Multiple Scelerosis

Multiple Scelerosis


Joining us again is Doctor Lewis-Hall the
Chief Medical Officer of Pfizer. She’s here to talk about multiple sclerosis, welcome back. Thanks, always
great to be here, and to talk about a disease like MS
which is really a medical mystery we don’t know the cause, there is no cure
and over two million people worldwide suffer from MS. It’s a serious illness and our next
guest Courtney is a professional dancer who was recently diagnosed, let’s look at her story. My name’s
Courtney Galiano, I am 25 years old. I am a professional dancer on So You Think You Can Dance. I’ve been dancing since I was three years old, I love it. I eat, sleep and dream dance. One morning I woke up and couldn’t feel
my legs. We’re trained to push through pain and
things are uncomfortable so I kinda just ignored it. Six months later I had this electricity feeling all the
way down to your toes but again I didn’t really pay any
attention to it. Right before Christmas my right side went numb and I knew
something was wrong so I went and got MRI’s of my spine and a brain scan done. My
diagnosis was relapsing-remitting multiple sclerosis.
Despite having an MS she hasn’t hung up her dancing shoes, please welcome Courtney to the show. (applause) Now Courtney you’re a dancer, your young energetic were you shocked and
surprised when you got the diagnosis? I was definitely surprised when I got
the diagnosis but when I think about it my grandmother has primary progressive multple sclerosis and when I was younger I actually used to say to my mom, mom I have these, I feel like I have sparkles on my arms and my legs and it was a
different feeling than if your, you know feet fell asleep or something. You
know Courtney gives us a glance of how difficult it is to diagnose MS. for starters the symptoms
are different from person to person. So Courtney, can you tell us some of
symptoms that you’re experiencing? I think um my biggest symptom that I experience is fatigue, I find that with fatigue a lot of the other symptoms
come into play you know like slurred speech and my
balance is sometimes a little off you know. In addition to that though people who suffer
from MS may also experience weakness, dizziness problems with balance and coordination,
loss or challenges with their vision and depressed mood. In about fifty percent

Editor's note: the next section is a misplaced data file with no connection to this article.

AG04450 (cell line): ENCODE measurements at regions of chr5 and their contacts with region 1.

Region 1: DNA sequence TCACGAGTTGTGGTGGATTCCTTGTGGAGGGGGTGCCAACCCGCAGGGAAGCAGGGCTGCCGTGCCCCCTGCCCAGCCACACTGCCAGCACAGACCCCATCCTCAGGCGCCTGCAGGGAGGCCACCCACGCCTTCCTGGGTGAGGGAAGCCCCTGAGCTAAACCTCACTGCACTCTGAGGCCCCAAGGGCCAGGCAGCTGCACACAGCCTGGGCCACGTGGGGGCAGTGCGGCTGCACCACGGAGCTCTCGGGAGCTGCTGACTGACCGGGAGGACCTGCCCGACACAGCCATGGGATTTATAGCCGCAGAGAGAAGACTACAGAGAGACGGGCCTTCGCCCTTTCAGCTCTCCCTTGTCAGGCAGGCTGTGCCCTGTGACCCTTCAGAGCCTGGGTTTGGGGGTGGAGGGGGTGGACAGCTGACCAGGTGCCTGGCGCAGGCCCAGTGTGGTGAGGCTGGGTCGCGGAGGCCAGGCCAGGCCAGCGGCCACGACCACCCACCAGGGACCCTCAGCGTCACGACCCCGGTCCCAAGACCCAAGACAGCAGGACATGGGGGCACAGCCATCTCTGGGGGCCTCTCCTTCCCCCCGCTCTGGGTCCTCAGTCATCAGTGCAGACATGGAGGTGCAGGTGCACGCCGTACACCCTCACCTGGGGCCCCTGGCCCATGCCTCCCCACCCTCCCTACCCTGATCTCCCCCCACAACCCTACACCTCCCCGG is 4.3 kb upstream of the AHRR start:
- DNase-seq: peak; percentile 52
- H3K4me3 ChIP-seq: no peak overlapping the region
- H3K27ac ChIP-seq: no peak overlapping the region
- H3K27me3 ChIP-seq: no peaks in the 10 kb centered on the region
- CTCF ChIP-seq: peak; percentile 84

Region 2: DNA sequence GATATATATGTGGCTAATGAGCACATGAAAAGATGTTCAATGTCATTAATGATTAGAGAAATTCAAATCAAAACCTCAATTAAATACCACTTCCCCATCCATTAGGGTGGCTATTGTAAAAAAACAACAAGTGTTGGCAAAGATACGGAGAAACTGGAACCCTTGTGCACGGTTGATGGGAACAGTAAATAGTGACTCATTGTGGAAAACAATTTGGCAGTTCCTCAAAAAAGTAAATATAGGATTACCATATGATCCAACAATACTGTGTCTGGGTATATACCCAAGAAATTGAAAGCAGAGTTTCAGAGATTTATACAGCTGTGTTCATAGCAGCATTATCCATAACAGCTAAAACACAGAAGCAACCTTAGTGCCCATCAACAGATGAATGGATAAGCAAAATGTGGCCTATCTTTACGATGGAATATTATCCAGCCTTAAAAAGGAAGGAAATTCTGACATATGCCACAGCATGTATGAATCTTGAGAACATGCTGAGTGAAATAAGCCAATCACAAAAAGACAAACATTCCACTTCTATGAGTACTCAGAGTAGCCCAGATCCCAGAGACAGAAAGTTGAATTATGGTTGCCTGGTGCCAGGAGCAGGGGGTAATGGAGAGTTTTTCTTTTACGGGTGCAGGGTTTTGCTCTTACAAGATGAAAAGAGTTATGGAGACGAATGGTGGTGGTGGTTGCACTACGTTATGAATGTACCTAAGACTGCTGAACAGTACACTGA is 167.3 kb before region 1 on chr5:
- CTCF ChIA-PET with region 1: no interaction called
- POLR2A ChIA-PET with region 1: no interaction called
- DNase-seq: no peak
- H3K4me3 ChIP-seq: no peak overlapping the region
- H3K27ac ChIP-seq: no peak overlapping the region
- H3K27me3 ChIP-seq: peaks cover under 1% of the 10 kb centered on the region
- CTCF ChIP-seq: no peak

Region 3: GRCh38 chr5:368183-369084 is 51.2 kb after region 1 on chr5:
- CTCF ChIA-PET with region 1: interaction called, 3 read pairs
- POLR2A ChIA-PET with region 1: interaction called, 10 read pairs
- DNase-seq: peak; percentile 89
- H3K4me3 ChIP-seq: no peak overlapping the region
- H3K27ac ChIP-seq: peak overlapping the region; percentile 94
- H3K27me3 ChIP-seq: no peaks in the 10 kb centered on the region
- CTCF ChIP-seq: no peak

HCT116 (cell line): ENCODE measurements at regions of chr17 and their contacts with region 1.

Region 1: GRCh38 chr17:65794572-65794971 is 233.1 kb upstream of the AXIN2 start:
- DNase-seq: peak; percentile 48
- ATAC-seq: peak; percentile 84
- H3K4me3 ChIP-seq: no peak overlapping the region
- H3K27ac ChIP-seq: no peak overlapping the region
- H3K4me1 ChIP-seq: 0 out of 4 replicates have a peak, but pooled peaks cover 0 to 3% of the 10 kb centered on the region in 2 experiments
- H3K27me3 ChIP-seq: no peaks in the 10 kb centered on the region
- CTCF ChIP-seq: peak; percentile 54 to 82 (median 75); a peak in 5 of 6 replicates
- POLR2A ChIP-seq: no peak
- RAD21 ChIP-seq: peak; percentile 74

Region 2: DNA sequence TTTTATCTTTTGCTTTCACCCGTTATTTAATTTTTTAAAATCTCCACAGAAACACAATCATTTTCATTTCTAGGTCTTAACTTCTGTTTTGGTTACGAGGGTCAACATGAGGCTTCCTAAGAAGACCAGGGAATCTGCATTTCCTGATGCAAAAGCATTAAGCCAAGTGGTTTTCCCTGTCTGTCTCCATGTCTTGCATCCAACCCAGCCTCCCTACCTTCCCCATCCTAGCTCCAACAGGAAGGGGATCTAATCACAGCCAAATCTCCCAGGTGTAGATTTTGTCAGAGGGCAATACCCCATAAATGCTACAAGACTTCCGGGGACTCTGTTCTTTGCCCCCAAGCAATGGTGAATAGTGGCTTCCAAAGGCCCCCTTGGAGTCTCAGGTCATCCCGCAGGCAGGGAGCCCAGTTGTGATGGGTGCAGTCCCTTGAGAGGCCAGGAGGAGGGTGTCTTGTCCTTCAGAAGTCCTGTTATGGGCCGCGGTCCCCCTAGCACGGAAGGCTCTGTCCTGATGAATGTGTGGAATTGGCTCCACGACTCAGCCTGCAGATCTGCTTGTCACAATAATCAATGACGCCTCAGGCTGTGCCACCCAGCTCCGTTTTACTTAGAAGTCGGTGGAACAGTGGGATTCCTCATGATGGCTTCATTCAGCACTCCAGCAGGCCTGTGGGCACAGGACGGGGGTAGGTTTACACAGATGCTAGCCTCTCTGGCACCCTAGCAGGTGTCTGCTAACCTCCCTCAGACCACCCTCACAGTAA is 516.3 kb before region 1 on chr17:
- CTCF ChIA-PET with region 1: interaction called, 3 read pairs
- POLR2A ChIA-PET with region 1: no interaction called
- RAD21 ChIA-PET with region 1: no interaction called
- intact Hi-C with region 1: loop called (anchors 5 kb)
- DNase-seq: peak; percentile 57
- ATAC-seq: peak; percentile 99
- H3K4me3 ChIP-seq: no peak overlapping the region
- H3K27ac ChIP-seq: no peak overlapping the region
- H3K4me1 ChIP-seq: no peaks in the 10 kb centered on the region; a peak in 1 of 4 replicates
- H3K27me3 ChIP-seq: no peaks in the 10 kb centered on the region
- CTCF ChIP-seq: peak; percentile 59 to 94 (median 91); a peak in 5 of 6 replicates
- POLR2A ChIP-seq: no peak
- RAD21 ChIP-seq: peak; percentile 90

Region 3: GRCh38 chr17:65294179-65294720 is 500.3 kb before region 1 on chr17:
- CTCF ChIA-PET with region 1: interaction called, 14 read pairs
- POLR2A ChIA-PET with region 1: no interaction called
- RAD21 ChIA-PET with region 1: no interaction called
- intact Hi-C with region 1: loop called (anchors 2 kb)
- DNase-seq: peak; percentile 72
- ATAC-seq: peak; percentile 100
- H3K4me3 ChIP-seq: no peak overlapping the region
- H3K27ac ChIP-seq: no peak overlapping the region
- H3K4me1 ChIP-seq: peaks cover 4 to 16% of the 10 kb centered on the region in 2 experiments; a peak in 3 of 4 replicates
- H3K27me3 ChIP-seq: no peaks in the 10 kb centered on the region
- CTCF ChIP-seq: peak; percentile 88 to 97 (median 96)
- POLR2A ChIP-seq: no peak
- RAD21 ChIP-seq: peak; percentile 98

of people who have MS complain from time to time
of poor concentration difficulty paying attention and memory
loss. And MS does affect your central nervous
system, I’m going to explain why… MS causes the problems it does because in your brain, in your spinal cord every single neuron has a job and the
neurons are actually covered with a protective sheath we call this the Myelin Sheath, it
helps these neurons communicate with one another effectively and efficiently but in the
case of multiple sclerosis otherwise, known as a MS, your body’s own immune system literally
attacks this Myelin Sheath and over time, in certain, areas in the brain
it destroys that Myelin Sheath and when that occurs in depending upon where that
occurs that’s why the symptoms can be so
very different for each and every individual and so you can see on this scan that your
neurologist circled two lesions, you see those white spots
everyone? Those are lesions abnormal tissue in the brain
that has been damaged and that scaring, that area of the brain
affected that then we’ll link to the symptoms that you may express or someone else may
express with multiple sclerosis. Now Courtney can you talk to us a little
bit about how you’re coping with your illness? Dance has always been a medicine for me. It is great that you
still pursue what you have such passion for, and the physical activity is a good
idea as well so a good plan for physical activity can
help you maintain your strength your balance and your endurance. Is there anything else besides physical
activity and besides regular medicine and exercise that we should be doing?
A healthy diet is so very important and a lot of people realize if you don’t
get plenty of rest with MS that can exacerbate things and also, even
though there’s no cure, as you know there are medicines that can
help improve symptoms, regular doctor’s appointments and then
it’s one of those things, MS it’s a mystery illness. Early
intervention can help maybe ease some of the symptoms that you
have and may help slow the progression of the illness, and of course what you’ve already talked
about you got a great medical team should have that and no everything you can about your illness,
and for more information on MS you can visit Get Healthy Stay Healthy
dot com. Courtney best of luck to you. Thank you very much. You can also visit The Doctors TV dot come for additional information, we’ll be right back.

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